Fueling the Fire

Challenges facing the fish, wildlife and habitat of the American West

10-05-2006 // Patty Glick
Fueling the Fire Cover

Fueling the Fire: Global Warming, Fossil Fuels and the Fish and Wildlife of the American West

For millions of people, hunting, fishing and other outdoor traditions are an important part of life in the American West. But America’s addiction to fossil fuels is coming at an enormous price, one that threatens not only people but the fish, wildlife and ecosystems that are so fundamental to the region’s— and nation’s—economy, culture and values.

Above all, burning coal, oil and gas is the driving force behind global warming, which will dramatically alter the western landscape if left unchecked. Indeed, the growing body of evidence that global warming is already having an impact on natural systems is a strong warning: without meaningful action to reduce now emissions of carbon dioxide and other heat trapping gases responsible for the problem, the western U.S. faces greater risks ahead.

Making matters worse is the fact that many continuing problems in the American West, including habitat fragmentation, invasive species and growing demands for water resources, have degraded wildlife habitat and reduced the resiliency of wildlife species to cope with the impacts of global warming that are already underway. Ultimately, it is the combination of global warming and these other human-induced problems that will fundamentally change the West’s unique and diverse natural systems unless the region and nation takes a much more concerted effort to implement solutions.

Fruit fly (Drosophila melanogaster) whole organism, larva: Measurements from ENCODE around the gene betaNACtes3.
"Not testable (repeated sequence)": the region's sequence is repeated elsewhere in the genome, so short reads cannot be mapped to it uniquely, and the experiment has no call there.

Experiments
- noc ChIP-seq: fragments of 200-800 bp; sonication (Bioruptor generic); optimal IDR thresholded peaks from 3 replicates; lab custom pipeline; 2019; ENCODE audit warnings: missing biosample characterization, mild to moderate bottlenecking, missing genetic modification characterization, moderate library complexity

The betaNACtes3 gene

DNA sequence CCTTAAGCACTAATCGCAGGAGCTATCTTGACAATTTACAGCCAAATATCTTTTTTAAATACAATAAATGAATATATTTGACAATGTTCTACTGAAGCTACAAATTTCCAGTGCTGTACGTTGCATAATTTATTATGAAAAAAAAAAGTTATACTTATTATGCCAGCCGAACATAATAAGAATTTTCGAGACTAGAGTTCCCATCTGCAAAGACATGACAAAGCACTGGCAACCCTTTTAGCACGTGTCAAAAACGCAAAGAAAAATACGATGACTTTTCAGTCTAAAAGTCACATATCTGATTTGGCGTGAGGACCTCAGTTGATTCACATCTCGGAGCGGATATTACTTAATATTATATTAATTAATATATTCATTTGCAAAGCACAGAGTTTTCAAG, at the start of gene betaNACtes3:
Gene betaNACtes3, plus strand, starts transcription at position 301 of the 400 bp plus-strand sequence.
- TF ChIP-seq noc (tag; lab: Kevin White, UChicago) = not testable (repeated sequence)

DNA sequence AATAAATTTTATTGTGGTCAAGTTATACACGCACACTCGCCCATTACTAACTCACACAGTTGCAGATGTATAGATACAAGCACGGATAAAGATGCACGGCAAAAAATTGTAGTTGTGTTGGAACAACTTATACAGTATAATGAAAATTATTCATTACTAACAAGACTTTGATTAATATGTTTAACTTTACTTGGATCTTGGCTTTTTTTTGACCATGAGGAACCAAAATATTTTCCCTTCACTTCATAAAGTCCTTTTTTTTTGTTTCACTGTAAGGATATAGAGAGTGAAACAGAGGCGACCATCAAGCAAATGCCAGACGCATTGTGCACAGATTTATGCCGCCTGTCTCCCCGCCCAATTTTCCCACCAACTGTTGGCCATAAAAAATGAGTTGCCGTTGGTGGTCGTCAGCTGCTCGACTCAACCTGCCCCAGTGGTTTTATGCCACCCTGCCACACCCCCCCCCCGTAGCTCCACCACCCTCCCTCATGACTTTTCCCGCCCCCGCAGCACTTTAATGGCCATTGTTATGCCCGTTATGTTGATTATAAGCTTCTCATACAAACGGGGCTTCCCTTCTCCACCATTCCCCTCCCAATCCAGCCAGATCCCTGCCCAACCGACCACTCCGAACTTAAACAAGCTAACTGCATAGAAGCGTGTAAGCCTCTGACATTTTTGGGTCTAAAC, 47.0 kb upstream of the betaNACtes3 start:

Fortunately, solutions are at hand. Effective and affordable technologies are available that can significantly improve the energy efficiency of buildings, appliances, cars and trucks. In addition, clean, renewable energy sources such as the sun, wind and biofuels are becoming increasingly affordable and have tremendous potential to diversify the region’s and nation’s energy portfolio.

This report calls for a meaningful strategy that should include the following actions:

  1. Place significant, mandatory limits on U.S. global warming pollution.
  2. Reduce the nation’s overall dependence on fossil fuels through greater investments in energy efficiency and renewable energy technologies.
  3. Implement strategies to help wildlife survive the effects of global warming that are already underway.
  4. Promote strong wildlife stewardship as an important part of a new energy future.

Download the Fueling the Fire report